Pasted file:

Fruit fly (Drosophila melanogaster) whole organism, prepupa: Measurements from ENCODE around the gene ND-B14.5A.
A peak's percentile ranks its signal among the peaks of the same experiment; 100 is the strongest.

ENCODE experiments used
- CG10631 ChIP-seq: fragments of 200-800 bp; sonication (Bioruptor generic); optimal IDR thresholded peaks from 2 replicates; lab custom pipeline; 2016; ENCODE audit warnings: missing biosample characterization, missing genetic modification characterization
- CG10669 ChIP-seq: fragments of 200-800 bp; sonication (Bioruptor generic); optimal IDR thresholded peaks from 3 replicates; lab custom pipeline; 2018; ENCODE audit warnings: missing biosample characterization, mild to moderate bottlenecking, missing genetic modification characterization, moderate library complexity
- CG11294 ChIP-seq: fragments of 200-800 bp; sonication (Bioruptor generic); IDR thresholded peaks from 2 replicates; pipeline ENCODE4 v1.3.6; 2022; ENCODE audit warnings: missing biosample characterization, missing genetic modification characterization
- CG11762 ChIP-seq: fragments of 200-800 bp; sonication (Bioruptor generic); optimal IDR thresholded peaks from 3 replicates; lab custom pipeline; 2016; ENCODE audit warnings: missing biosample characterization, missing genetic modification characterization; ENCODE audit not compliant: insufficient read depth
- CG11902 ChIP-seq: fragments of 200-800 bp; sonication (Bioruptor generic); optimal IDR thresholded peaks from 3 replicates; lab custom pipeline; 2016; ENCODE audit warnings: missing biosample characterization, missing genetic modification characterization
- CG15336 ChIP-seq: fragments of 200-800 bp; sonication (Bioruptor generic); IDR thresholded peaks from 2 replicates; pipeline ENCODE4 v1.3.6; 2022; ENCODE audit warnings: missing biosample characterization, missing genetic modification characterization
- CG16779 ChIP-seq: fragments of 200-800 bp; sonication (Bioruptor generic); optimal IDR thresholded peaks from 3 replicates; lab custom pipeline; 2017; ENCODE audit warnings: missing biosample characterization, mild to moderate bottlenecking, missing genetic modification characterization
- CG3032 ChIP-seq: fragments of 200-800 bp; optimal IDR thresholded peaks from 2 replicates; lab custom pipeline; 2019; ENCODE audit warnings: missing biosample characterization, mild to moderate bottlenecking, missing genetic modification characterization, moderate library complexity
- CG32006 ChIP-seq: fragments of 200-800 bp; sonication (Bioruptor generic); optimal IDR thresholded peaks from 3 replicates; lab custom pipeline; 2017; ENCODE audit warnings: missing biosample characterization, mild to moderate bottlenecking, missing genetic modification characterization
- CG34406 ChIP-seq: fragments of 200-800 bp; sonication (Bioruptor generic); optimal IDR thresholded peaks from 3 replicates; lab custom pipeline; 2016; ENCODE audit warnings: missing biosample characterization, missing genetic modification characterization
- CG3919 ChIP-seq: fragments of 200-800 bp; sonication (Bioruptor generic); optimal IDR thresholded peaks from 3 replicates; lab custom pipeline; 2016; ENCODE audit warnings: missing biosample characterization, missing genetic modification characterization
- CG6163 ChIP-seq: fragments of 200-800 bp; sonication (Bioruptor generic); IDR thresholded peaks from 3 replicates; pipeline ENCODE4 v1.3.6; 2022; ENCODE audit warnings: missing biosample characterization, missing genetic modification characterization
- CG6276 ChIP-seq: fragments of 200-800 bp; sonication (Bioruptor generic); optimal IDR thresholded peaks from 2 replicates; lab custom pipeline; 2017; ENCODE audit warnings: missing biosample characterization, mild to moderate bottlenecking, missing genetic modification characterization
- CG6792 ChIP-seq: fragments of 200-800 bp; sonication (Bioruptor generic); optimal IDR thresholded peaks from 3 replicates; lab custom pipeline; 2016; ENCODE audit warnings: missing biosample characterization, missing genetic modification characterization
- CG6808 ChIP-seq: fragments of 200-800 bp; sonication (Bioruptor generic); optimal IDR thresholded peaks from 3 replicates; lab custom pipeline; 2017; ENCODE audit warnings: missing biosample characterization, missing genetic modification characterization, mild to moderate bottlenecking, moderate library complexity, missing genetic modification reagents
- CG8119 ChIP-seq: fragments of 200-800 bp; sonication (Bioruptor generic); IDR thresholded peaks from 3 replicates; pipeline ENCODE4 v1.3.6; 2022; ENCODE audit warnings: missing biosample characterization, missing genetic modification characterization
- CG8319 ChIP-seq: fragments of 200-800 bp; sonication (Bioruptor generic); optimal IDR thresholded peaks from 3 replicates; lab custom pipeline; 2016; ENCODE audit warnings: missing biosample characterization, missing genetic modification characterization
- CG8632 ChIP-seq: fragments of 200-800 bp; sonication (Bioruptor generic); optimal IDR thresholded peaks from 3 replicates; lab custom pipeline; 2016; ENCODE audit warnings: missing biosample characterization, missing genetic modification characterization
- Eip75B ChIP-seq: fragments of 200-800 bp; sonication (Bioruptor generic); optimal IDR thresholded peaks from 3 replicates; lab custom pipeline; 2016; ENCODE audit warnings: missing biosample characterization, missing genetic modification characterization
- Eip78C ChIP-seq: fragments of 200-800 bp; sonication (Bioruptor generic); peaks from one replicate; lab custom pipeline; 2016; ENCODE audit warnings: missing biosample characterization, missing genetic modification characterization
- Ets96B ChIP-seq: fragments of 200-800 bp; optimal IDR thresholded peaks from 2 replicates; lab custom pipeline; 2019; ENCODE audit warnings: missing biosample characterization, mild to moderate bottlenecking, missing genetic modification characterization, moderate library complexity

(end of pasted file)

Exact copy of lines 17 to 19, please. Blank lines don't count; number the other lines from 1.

- CG6792 ChIP-seq: fragments of 200-800 bp; sonication (Bioruptor generic); optimal IDR thresholded peaks from 3 replicates; lab custom pipeline; 2016; ENCODE audit warnings: missing biosample characterization, missing genetic modification characterization
- CG6808 ChIP-seq: fragments of 200-800 bp; sonication (Bioruptor generic); optimal IDR thresholded peaks from 3 replicates; lab custom pipeline; 2017; ENCODE audit warnings: missing biosample characterization, missing genetic modification characterization, mild to moderate bottlenecking, moderate library complexity, missing genetic modification reagents
- CG8119 ChIP-seq: fragments of 200-800 bp; sonication (Bioruptor generic); IDR thresholded peaks from 3 replicates; pipeline ENCODE4 v1.3.6; 2022; ENCODE audit warnings: missing biosample characterization, missing genetic modification characterization